Go back to previous topic
Forum nameOkay Activist Archives
Topic subjectRE: Any other College Grads
Topic URLhttp://board.okayplayer.com/okp.php?az=show_topic&forum=22&topic_id=25270&mesg_id=25327
25327, RE: Any other College Grads
Posted by guest, Tue Apr-10-01 11:29 AM
>......working in Engineering, Finance, Accounting or
>Comp Sci who can help
>me shed some light on
>what Graduates in those fields
>are making?

Yes, I can, but not without a little commentary ...

I graduated college three years ago, in that whole new-economy-business-is-booming craze. I got a job as a business strategy consultant that paid me $49,000 plus a year-end bonus (which, if I had stayed at the company for a year, would have been around $10,000).

But the important thing, in the context of this post, is how did I get that job? I got that job because I went to an "elite" college (that my parents paid full tuition for me to attend). Companies which pay that much -- your investment banks, your high-end consulting firms and ad agencies -- will ONLY interview people from so-called "acceptable" colleges. My company only interviewed at the Ivy Leagues and four other schools.

How do people get into those schools? Mostly, the sad fact is, because they're pretty good students ... whose parents can afford to pay for them to go there. That's not to say that there aren't kids from low-income families who go to these schools -- there certainly are -- but they're the rare exception. They don't get in, often, because the high schools in low-income areas tend not to be as good; they tend not to have SAT counselors and college counselors and paid trips to interview at every elite school in the nation. And above all, because they can't pay for a full ride.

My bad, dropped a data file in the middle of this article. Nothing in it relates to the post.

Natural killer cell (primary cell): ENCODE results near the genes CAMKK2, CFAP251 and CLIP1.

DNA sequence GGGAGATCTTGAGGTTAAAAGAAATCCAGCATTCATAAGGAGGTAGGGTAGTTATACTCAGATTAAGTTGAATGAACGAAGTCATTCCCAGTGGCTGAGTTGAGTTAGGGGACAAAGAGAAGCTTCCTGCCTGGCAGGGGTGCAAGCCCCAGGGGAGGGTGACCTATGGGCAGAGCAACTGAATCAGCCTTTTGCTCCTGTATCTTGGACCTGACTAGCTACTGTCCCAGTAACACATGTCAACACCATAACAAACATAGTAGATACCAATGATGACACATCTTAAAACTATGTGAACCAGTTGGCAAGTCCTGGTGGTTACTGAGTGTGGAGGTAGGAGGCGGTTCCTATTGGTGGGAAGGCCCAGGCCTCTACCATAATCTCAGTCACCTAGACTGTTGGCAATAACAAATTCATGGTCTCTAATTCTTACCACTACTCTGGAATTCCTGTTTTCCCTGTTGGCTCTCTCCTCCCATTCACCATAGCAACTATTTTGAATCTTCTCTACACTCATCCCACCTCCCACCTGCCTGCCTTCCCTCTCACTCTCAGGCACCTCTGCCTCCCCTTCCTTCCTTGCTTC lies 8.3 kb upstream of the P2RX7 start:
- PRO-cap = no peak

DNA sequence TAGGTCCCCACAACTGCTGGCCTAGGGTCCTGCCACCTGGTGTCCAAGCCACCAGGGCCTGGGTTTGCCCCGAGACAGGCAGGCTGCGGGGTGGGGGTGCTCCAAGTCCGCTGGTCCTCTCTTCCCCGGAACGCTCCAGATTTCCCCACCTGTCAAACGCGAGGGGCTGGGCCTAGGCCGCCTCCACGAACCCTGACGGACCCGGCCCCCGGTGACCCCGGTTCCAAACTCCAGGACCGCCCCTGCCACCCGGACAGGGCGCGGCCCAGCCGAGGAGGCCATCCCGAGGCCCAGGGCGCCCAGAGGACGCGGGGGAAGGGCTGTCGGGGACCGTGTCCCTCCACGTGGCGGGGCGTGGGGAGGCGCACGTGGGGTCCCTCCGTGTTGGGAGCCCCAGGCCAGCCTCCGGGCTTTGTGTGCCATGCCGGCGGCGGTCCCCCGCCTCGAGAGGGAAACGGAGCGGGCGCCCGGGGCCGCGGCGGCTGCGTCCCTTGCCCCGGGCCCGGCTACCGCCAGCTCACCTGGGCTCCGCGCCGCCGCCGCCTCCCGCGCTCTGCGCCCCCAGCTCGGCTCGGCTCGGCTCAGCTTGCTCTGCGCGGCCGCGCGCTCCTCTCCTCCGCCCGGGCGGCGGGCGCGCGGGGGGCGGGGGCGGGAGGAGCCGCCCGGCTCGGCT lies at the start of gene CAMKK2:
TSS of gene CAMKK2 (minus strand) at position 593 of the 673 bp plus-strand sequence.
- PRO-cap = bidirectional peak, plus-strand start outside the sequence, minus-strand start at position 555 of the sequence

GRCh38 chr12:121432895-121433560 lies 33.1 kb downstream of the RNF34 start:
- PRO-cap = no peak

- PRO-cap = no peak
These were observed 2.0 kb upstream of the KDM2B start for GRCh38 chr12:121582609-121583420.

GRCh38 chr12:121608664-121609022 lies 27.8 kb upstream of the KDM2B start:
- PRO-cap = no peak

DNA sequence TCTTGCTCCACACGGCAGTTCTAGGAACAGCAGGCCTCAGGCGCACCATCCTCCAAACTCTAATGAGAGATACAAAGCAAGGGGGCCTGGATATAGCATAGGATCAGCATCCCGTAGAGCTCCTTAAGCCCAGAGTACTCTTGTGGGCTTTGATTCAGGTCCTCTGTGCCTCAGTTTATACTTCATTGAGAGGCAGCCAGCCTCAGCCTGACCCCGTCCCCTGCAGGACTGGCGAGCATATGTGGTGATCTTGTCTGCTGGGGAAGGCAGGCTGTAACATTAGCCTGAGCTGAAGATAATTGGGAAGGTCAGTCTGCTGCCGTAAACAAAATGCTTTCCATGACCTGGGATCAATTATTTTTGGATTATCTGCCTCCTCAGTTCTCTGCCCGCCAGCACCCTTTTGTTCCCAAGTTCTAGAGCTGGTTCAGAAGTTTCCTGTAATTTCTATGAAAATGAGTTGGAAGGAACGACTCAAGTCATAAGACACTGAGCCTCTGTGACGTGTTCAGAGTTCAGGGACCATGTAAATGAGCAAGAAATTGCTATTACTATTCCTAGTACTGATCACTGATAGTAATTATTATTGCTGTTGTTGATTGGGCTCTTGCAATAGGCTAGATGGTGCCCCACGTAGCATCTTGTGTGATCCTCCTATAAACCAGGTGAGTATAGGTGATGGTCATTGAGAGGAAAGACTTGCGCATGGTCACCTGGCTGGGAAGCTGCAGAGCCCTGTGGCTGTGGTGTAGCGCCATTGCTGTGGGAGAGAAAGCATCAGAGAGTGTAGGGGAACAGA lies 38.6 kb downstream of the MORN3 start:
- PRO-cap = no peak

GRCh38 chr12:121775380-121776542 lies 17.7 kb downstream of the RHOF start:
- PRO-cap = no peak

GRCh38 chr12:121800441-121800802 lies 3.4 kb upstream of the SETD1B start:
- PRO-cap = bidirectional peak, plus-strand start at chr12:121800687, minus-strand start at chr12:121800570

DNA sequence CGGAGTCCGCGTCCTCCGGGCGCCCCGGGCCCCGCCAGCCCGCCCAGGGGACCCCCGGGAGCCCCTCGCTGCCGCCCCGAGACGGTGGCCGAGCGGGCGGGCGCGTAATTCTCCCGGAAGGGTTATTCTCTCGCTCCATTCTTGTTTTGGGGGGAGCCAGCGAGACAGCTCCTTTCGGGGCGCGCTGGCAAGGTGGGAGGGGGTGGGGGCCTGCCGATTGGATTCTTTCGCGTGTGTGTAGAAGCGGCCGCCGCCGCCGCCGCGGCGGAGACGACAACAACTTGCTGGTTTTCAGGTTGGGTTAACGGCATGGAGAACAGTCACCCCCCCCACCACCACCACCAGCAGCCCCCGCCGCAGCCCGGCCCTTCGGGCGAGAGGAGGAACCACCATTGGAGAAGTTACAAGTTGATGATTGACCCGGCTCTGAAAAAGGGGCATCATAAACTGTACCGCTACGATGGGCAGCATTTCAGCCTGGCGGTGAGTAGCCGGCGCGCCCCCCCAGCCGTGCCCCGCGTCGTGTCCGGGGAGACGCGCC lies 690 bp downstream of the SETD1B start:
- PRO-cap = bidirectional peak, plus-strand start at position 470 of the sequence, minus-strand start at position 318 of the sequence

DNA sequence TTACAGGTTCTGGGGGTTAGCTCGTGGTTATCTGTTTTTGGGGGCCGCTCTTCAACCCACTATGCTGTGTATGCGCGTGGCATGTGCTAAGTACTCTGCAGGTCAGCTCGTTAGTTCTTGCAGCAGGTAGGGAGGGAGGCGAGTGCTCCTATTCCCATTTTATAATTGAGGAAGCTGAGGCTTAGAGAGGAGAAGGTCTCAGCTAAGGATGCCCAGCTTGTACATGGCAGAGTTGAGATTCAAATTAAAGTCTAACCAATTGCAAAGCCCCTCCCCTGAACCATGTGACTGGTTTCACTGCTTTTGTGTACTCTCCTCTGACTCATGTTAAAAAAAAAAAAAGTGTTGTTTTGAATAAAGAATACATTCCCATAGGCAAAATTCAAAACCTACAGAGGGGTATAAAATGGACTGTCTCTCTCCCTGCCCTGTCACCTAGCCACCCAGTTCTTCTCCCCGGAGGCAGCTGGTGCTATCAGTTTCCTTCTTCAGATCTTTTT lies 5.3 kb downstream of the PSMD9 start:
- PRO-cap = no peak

(At a lot of admission offices, the first thing they do when they receive applications is sort them by people's answers to the question: "Did you apply for financial aid?" If yes, you're automatically at a disadvantage. There are only about 5 colleges in the country where that's not true, where there are "need-blind" admissions.)

And even if they do get into one of these "elite" places, kids who are from low-income backgrounds tend to have a lot more trouble doing well in interviews for places like Wall Street, since so much of those interviews there have to do with whether you "fit into the culture" of a firm, the firm being composed mostly of rich white guys who'll think nothing of blowing $1500 on strippers in a night. If you can't play that game from the get-go, you're in trouble.

If you grow up in a low-income house and you're a fairly smart kid, there are about a million things standing in between you and a $50,000 a year corporate job. And you can't ever mess up. But if you grow up in a wealthy, or even upper-middle-class house, and you're a fairly smart kid, there are no obstacles. And you can mess up a lot along the way.

Of course, if you're born in a low-income house, you are "less fortunate." Because even if you've got the highest I.Q. around, you're still less likely to succeed. You're still less likely to go to college. You're still less likely to have an upwardly mobile job. Even though you're an "equal" citizen.

Remember that in the last eight years alone, the wealth of the richest 1% of Americans has increased 40%. The wealth of people in the bottom 60% -- which, obviously, is more than half of the country -- has dropped in the same amount of time.

You tell me who's fortunate now.